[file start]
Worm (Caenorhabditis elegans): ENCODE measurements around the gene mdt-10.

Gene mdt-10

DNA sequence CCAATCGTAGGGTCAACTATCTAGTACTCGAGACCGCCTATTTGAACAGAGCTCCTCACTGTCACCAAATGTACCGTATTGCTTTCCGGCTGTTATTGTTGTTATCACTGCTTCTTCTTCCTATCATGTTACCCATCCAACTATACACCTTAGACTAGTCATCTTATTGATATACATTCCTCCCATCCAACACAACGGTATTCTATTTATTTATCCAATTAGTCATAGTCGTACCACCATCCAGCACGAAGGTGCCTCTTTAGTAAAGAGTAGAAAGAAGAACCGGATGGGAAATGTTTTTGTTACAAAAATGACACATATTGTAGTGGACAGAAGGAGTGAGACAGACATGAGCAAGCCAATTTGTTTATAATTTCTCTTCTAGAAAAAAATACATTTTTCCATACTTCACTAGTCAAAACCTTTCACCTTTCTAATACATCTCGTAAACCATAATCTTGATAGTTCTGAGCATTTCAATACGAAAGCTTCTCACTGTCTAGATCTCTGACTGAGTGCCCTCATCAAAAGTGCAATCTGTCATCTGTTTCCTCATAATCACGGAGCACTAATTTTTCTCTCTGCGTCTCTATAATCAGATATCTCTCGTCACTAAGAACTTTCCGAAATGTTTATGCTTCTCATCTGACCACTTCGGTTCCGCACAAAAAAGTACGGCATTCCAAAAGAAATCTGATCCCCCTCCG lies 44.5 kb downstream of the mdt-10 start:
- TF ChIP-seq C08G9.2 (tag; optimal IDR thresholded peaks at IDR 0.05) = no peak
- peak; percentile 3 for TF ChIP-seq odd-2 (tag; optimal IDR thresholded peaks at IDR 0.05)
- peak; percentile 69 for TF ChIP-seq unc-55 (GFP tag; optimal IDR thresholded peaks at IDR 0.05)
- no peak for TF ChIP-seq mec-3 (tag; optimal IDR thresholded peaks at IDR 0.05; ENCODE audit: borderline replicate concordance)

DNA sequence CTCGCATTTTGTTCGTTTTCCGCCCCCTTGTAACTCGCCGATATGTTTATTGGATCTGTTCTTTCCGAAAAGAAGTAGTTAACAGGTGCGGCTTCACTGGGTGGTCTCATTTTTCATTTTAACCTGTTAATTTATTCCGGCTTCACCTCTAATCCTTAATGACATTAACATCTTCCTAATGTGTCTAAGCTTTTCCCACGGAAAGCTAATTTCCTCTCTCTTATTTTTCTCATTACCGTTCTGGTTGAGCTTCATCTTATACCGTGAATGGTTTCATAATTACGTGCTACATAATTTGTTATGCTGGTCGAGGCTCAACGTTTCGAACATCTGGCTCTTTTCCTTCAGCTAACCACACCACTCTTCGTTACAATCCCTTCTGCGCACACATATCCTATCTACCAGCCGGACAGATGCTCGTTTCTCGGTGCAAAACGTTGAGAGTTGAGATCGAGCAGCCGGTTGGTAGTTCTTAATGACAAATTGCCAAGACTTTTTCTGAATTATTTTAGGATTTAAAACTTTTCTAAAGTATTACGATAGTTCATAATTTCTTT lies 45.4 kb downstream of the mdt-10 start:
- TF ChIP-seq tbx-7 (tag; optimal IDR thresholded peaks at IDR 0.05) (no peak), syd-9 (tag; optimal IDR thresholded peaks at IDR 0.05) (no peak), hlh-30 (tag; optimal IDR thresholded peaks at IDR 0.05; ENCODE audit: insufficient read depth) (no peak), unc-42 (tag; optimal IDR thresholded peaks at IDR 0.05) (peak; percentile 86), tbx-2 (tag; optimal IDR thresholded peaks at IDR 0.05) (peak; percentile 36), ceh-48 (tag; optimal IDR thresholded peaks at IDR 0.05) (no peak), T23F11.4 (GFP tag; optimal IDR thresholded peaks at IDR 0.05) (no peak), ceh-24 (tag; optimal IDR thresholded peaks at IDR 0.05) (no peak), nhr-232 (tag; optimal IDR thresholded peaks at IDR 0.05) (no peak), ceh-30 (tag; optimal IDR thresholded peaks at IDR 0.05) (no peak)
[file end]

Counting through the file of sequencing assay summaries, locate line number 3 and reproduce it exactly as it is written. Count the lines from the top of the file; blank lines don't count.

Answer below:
DNA sequence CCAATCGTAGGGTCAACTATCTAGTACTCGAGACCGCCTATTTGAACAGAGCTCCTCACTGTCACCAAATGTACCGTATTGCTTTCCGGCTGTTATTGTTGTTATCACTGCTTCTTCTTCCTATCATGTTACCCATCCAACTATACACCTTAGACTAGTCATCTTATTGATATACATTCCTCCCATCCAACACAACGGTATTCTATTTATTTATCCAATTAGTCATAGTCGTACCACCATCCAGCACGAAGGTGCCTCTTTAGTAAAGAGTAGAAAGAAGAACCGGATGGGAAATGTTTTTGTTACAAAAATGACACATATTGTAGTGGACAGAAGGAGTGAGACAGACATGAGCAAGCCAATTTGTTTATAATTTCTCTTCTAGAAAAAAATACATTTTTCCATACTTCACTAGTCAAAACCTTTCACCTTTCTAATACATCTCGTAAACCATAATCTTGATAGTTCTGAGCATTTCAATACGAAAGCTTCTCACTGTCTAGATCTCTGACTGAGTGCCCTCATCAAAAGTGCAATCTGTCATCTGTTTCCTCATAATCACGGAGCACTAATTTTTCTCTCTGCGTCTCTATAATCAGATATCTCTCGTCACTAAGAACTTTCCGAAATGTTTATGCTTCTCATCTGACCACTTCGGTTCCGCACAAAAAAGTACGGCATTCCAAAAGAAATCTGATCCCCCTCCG lies 44.5 kb downstream of the mdt-10 start: